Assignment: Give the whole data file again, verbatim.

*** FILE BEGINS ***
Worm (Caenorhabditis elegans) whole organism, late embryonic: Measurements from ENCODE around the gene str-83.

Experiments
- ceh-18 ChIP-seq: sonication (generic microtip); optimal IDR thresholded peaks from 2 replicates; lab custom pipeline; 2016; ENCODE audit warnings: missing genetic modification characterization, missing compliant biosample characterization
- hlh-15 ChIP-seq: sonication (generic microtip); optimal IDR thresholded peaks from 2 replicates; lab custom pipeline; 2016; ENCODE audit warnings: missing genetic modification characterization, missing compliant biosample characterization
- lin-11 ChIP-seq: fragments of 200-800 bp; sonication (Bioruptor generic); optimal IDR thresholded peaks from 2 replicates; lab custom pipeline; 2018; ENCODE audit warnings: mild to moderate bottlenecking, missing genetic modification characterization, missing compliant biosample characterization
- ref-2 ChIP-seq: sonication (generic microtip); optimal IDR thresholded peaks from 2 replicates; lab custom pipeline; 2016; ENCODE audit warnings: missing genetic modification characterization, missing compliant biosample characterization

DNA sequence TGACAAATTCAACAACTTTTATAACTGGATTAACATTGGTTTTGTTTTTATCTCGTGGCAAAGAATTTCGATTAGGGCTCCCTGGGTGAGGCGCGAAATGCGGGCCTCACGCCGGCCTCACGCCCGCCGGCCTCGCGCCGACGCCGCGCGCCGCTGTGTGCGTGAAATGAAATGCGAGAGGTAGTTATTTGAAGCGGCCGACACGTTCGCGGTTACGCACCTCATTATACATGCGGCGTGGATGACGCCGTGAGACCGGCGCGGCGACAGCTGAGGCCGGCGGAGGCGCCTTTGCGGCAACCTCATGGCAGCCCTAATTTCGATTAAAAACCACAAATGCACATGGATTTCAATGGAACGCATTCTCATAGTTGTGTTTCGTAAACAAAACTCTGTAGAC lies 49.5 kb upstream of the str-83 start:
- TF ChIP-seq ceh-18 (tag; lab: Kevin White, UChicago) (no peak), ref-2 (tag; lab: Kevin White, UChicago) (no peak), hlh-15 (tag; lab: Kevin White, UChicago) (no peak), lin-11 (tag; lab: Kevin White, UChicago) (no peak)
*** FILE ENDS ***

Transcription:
Worm (Caenorhabditis elegans) whole organism, late embryonic: Measurements from ENCODE around the gene str-83.

Experiments
- ceh-18 ChIP-seq: sonication (generic microtip); optimal IDR thresholded peaks from 2 replicates; lab custom pipeline; 2016; ENCODE audit warnings: missing genetic modification characterization, missing compliant biosample characterization
- hlh-15 ChIP-seq: sonication (generic microtip); optimal IDR thresholded peaks from 2 replicates; lab custom pipeline; 2016; ENCODE audit warnings: missing genetic modification characterization, missing compliant biosample characterization
- lin-11 ChIP-seq: fragments of 200-800 bp; sonication (Bioruptor generic); optimal IDR thresholded peaks from 2 replicates; lab custom pipeline; 2018; ENCODE audit warnings: mild to moderate bottlenecking, missing genetic modification characterization, missing compliant biosample characterization
- ref-2 ChIP-seq: sonication (generic microtip); optimal IDR thresholded peaks from 2 replicates; lab custom pipeline; 2016; ENCODE audit warnings: missing genetic modification characterization, missing compliant biosample characterization

DNA sequence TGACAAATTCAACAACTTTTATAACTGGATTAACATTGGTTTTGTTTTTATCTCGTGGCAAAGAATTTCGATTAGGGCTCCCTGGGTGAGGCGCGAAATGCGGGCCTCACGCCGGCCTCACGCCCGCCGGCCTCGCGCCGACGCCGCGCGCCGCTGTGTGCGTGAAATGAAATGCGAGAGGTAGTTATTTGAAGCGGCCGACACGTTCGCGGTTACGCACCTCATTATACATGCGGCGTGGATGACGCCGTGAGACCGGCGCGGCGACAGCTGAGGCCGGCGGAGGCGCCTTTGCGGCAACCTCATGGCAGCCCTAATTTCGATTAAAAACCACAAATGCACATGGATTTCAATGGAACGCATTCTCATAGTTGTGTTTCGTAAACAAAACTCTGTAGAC lies 49.5 kb upstream of the str-83 start:
- TF ChIP-seq ceh-18 (tag; lab: Kevin White, UChicago) (no peak), ref-2 (tag; lab: Kevin White, UChicago) (no peak), hlh-15 (tag; lab: Kevin White, UChicago) (no peak), lin-11 (tag; lab: Kevin White, UChicago) (no peak)